Experiments with tungsten furnaces

For certain applications, such as the determination of rare-earth elements, tungsten may be a superior substrate to graphite in terms of atomization efficiency. In addition, tungsten can be heated to higher temperatures than graphite, and since the mass of the tubes can be kept small it is easy to reach high heating rates [10]. Nevertheless, there are drawbacks resulting from possible chemical reactions of the tube material with the analyte and sample matrix. However, the ability of a furnace to accomodate both graphite and metal tubes enhances the versatility of the furnace technique, since more options are available to provide optimum conditions for any given analyte-matrix combination. Interchanging furnace materials is straightforward since, in the present configuration (see Fig. 1), the tubes are contacted by maintaining a vertical pressure at the terminal blocks over the cuvette contact areas, whether they be metal or graphite. For the thinner contact areas of the tungsten tubes adaptor blocks have to be inserted.

Figure 4 exhibits a signal trace for 4 ng of vanadium atomized from a tungsten platform. The shape of the signal shows that there is no interaction of vanadium with the tube surface, thus carry over contamination should be small. The possibility to determine involatile elements as well using the platform technique is advantageous with respect to gas phase interference effects [4], since higher gas phase temperatures can be achieved.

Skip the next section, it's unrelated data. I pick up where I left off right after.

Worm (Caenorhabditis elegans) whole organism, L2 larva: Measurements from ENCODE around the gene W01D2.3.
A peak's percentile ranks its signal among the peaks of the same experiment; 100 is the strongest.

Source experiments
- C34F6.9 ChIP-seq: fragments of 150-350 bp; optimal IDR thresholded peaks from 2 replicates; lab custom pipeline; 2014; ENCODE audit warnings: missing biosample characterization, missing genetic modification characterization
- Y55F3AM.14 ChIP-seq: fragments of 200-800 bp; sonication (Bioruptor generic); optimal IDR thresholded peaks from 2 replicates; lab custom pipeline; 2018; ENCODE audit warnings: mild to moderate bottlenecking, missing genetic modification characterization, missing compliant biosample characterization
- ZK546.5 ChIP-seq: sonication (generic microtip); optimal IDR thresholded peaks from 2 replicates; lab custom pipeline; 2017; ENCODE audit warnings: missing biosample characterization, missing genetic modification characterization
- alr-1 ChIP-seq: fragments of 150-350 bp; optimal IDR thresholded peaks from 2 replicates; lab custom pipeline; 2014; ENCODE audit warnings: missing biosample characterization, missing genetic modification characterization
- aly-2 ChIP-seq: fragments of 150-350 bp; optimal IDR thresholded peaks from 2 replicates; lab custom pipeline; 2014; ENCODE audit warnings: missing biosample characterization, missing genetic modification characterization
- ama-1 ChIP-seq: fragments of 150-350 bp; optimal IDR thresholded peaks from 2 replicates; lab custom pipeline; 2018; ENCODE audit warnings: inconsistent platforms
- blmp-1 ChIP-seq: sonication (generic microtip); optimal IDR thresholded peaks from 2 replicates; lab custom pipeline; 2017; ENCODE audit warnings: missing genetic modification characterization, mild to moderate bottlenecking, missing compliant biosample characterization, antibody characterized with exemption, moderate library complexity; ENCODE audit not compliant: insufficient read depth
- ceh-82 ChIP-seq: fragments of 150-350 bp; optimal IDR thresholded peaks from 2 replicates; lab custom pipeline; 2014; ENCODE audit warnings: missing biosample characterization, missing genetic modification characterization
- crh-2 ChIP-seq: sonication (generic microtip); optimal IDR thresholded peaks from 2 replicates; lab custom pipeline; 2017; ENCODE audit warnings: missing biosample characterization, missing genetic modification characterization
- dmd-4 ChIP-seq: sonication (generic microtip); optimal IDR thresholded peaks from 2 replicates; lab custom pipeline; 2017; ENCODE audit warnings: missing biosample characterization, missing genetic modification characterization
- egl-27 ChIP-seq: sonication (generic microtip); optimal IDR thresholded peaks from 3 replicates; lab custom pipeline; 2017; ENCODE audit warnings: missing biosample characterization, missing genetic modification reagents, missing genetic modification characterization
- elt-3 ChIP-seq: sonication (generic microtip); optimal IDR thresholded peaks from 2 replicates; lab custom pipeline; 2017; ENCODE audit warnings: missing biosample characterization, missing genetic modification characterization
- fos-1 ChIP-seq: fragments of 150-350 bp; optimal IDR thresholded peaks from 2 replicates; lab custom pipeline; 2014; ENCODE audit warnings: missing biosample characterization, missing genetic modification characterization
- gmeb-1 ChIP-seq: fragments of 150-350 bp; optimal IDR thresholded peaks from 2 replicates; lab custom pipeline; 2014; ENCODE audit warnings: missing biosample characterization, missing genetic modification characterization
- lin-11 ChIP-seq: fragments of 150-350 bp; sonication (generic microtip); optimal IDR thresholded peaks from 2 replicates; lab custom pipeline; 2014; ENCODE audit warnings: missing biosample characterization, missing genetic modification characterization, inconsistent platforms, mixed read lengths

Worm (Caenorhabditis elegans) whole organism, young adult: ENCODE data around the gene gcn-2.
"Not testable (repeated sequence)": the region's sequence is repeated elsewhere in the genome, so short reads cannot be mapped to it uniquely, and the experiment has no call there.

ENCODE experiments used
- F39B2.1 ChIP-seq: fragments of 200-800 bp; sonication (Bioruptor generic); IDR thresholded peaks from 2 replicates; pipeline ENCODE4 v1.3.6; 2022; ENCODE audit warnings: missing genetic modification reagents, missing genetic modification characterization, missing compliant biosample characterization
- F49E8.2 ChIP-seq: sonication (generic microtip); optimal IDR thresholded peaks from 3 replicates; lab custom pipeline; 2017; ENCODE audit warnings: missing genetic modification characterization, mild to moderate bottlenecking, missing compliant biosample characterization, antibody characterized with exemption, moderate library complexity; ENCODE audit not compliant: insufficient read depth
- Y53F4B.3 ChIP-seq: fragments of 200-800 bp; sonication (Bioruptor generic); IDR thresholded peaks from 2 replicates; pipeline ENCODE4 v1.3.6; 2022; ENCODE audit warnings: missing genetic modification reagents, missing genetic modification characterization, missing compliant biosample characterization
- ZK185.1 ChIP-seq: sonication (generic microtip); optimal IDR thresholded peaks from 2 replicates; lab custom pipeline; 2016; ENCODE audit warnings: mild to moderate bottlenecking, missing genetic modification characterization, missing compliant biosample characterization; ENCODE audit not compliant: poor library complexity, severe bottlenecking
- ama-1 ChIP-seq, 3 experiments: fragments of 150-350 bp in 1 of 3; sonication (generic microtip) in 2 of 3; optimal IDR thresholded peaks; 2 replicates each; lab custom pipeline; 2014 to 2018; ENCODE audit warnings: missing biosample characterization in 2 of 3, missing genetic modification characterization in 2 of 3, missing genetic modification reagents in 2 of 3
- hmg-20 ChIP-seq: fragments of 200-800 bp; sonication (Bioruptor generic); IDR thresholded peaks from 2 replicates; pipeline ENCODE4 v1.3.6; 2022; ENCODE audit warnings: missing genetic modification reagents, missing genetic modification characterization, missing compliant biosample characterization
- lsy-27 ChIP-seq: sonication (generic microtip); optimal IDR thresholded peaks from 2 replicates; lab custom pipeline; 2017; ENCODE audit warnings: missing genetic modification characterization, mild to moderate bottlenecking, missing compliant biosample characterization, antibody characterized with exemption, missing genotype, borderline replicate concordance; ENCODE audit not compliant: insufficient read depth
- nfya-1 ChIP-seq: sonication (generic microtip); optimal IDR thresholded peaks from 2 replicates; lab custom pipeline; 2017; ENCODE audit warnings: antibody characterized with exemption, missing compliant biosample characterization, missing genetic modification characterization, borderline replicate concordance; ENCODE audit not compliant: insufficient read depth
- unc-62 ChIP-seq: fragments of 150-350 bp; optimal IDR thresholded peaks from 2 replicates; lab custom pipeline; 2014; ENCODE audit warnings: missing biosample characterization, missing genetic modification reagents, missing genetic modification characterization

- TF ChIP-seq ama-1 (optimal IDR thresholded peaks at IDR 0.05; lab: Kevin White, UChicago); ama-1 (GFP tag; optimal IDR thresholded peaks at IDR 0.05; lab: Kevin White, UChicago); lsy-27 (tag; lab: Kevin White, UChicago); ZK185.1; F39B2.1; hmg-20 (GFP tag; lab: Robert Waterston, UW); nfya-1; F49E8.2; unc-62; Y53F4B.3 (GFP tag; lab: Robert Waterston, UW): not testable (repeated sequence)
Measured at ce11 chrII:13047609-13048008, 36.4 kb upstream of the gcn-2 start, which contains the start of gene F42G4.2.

Fig. 4 Vanadium signal transient obtained with a tungsten platform equipped tungsten tube. The ashing temperature was 1000 oC. Upper gas flow was 10 % hydrogen in argon. Sample volume 2 µl. Fig. 5 Atomic emission signals for lead at two temperatures using a tungsten platform equipped tungsten furnace. The ashing temperature was 400 oC. Other conditions as given in Fig. 4.

The emission signals for lead shown in Fig. 5 confirm that the gas phase temperature in the platform equipped tungsten furnace is sufficient to increase the population of the excited states as a function of temperature in accordance with the Boltzmann distribution. To obtain the best atomic emission detection limits it is necessary to establish the temperature conferring the highest signal to noise ratio. However, it is evident that the signal to noise ratio is not improved at the higher temperatures. This furnace can therefore provide sufficiently high temperatures for optimum atomic emission detection limits, even for elements with relatively high (4.38 eV) excitation potentials. In addition, since the tungsten tube is spatially isothermal, the susceptibility to self-absorption effects should be less pronounced than in furnaces exhibiting temperature gradients [13]. The possibility to generate atomic emission signals without resorting to more complex probe [3] or two-step [7] atomizing systems offers interesting prospects which merit further investigation.


Conclusion

The full potential of the L’vov platform or indeed the probe technique cannot be fully utilized in end-heated Massmann-type furnaces due to the occurrence of temperature gradients.

Acknowledgements:- This work was supported by grants from the Swedish Natural Science Research Council. We thank B. Hütsch of Ringsdorff-Werke for supplying graphite parts, Prof. H. Ortner of Plansee Werke for the tungsten material, Dr. B. Welz of Bodenseewerk Perkin-Elmer GmbH for providing the AA-3030 and HGA-500 on loan and Dr. J. Moore of Varian Techtron Pty Ltd. for providing the SpectrAA-30 and GTA-96 on loan.


Previous page
 
Return to the Conference Presentations page, or the Atomic Spectrometry Group home page